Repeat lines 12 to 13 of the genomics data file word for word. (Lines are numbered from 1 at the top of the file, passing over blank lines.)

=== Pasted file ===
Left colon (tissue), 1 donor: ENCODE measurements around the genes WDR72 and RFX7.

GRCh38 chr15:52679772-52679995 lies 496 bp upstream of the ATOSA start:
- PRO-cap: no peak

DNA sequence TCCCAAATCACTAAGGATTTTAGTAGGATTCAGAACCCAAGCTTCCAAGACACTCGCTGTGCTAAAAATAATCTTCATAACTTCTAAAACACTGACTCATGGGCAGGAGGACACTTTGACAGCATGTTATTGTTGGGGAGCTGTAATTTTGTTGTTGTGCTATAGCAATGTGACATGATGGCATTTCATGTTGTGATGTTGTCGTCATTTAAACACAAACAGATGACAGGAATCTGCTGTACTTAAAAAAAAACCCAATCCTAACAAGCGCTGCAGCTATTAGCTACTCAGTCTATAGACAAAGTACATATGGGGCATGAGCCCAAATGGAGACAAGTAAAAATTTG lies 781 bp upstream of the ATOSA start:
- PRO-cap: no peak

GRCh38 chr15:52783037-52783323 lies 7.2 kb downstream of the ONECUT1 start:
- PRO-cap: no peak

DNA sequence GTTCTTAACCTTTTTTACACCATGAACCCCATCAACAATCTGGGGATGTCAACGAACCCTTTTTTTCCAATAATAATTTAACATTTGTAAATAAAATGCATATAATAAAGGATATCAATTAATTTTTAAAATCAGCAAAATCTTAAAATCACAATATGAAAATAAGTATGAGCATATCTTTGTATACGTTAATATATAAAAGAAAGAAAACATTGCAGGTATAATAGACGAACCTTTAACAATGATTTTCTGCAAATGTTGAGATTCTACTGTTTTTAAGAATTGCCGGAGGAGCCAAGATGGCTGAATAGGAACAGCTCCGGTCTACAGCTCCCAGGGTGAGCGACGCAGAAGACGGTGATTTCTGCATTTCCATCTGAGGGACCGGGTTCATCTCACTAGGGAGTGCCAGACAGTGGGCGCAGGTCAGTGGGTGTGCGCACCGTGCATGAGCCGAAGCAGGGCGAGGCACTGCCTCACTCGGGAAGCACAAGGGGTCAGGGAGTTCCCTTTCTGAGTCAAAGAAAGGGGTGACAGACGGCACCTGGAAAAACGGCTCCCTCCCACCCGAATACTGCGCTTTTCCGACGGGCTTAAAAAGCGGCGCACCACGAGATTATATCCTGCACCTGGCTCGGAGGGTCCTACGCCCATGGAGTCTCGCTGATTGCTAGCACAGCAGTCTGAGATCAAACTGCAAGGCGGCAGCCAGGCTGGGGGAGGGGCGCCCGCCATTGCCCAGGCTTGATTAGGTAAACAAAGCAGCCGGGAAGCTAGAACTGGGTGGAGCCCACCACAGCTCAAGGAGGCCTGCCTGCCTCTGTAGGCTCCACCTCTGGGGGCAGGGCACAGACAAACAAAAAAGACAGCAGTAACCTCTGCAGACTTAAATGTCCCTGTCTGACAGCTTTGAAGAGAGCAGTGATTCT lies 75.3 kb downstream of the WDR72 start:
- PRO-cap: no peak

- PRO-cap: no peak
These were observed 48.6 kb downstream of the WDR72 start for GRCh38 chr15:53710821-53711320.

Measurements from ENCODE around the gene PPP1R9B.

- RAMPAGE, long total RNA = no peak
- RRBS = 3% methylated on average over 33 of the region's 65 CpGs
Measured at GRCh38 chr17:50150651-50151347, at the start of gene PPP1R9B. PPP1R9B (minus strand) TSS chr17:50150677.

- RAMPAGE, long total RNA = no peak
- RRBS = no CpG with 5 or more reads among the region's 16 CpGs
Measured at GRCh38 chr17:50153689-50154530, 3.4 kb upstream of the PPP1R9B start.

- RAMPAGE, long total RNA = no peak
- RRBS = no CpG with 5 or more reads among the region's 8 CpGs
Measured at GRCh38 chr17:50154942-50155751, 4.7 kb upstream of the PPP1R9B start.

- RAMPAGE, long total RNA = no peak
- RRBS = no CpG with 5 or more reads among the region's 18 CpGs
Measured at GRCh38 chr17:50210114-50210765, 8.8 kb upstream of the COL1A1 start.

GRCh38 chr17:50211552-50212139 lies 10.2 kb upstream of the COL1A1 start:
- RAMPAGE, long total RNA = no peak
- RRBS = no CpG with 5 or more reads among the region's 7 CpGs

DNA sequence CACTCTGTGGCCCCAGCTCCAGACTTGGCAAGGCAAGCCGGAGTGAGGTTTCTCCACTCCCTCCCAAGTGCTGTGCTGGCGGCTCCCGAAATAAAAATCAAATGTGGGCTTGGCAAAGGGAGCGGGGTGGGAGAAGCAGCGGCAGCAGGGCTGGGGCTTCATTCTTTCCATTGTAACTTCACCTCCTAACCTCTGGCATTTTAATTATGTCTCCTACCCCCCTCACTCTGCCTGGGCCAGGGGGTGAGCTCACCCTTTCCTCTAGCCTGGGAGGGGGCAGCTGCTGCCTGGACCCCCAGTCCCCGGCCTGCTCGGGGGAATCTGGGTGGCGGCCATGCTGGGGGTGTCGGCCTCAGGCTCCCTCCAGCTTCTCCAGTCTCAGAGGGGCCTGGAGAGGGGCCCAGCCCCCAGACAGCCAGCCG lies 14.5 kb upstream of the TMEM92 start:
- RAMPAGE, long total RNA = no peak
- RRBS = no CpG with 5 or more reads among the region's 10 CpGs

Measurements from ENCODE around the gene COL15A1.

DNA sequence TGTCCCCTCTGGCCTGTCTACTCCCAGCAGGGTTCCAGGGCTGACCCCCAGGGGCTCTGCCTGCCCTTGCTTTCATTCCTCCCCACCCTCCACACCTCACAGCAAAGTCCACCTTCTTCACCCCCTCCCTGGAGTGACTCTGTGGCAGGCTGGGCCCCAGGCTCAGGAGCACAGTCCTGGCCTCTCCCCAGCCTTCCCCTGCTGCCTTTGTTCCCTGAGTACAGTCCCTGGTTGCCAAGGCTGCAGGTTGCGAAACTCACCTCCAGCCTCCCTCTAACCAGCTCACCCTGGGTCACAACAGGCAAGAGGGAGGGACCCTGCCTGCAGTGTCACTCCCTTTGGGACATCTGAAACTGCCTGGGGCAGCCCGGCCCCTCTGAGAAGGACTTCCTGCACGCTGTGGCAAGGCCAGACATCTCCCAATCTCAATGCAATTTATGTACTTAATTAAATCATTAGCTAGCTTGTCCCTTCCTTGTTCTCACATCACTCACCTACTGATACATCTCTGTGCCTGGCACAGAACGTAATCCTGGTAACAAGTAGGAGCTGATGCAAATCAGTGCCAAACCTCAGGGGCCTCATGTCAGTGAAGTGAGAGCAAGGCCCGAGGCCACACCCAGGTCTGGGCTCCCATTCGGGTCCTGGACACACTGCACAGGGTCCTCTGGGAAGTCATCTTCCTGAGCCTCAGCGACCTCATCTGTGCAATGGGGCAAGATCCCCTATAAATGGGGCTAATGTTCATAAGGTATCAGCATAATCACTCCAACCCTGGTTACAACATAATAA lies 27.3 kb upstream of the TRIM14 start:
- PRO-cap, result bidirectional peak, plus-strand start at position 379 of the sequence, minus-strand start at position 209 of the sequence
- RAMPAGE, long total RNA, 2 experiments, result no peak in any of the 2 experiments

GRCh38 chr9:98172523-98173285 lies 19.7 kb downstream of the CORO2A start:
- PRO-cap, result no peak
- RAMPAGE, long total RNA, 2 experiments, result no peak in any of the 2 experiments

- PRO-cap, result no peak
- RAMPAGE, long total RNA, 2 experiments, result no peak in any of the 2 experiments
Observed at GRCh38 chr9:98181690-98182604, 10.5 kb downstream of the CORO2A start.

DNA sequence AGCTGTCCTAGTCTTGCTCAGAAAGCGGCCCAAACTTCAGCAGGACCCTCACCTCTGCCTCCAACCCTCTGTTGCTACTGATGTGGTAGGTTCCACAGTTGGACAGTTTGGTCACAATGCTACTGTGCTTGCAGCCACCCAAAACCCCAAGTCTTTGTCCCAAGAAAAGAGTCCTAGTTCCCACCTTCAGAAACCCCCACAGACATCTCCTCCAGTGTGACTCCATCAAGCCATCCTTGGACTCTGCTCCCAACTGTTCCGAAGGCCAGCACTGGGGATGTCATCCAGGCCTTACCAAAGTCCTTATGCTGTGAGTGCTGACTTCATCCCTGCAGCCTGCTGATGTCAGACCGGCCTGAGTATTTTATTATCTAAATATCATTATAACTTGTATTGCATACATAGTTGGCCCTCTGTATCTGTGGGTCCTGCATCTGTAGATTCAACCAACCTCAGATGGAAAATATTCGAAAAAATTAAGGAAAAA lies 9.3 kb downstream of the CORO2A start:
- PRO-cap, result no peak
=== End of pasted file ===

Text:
Measurements from ENCODE around the gene PPP1R9B.

- RAMPAGE, long total RNA = no peak